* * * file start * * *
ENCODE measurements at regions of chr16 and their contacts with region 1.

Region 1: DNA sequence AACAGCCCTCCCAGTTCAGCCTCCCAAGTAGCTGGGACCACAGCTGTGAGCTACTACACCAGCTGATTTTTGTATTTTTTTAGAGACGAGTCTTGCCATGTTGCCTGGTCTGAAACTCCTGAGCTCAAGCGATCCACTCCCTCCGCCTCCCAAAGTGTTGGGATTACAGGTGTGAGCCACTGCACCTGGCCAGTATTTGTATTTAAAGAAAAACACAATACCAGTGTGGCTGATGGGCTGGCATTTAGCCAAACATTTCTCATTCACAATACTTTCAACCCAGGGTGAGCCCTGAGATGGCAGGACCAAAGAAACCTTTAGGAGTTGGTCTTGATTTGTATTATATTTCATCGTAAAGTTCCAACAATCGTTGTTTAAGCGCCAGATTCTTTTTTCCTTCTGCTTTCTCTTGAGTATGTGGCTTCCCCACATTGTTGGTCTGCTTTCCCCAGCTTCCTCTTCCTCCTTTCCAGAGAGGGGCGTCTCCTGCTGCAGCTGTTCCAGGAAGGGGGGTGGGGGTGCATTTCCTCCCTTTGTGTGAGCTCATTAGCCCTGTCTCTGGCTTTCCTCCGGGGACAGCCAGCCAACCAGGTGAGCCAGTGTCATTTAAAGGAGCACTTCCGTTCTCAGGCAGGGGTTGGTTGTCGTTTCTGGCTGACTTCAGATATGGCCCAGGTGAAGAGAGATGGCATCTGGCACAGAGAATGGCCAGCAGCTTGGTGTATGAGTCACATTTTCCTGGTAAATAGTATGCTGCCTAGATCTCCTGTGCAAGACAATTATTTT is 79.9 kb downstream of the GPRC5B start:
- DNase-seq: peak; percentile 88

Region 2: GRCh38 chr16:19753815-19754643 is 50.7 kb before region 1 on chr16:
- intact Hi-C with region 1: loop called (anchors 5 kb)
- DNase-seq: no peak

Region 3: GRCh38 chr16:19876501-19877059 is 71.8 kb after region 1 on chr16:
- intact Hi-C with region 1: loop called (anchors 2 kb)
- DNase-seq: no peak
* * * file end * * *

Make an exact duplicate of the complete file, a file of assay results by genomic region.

ENCODE measurements at regions of chr16 and their contacts with region 1.

Region 1: DNA sequence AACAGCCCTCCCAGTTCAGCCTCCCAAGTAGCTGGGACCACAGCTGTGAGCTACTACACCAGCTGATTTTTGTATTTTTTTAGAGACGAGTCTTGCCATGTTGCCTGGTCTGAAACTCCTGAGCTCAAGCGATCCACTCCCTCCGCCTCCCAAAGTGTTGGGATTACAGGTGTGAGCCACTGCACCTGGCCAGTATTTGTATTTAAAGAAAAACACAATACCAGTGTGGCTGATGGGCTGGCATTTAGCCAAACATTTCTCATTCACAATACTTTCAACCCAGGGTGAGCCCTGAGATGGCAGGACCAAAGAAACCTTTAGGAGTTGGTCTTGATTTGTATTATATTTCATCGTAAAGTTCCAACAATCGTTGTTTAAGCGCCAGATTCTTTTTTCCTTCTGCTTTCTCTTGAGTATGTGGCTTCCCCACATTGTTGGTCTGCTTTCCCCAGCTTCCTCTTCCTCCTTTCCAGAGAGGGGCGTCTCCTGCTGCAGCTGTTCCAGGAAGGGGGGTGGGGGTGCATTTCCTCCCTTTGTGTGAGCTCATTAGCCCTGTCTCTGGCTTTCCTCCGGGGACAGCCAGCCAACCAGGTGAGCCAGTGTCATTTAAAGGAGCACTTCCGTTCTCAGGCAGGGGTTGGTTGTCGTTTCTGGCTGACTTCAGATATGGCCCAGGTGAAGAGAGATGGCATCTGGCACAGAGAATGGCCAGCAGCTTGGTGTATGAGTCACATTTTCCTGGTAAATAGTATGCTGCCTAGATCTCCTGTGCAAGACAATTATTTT is 79.9 kb downstream of the GPRC5B start:
- DNase-seq: peak; percentile 88

Region 2: GRCh38 chr16:19753815-19754643 is 50.7 kb before region 1 on chr16:
- intact Hi-C with region 1: loop called (anchors 5 kb)
- DNase-seq: no peak

Region 3: GRCh38 chr16:19876501-19877059 is 71.8 kb after region 1 on chr16:
- intact Hi-C with region 1: loop called (anchors 2 kb)
- DNase-seq: no peak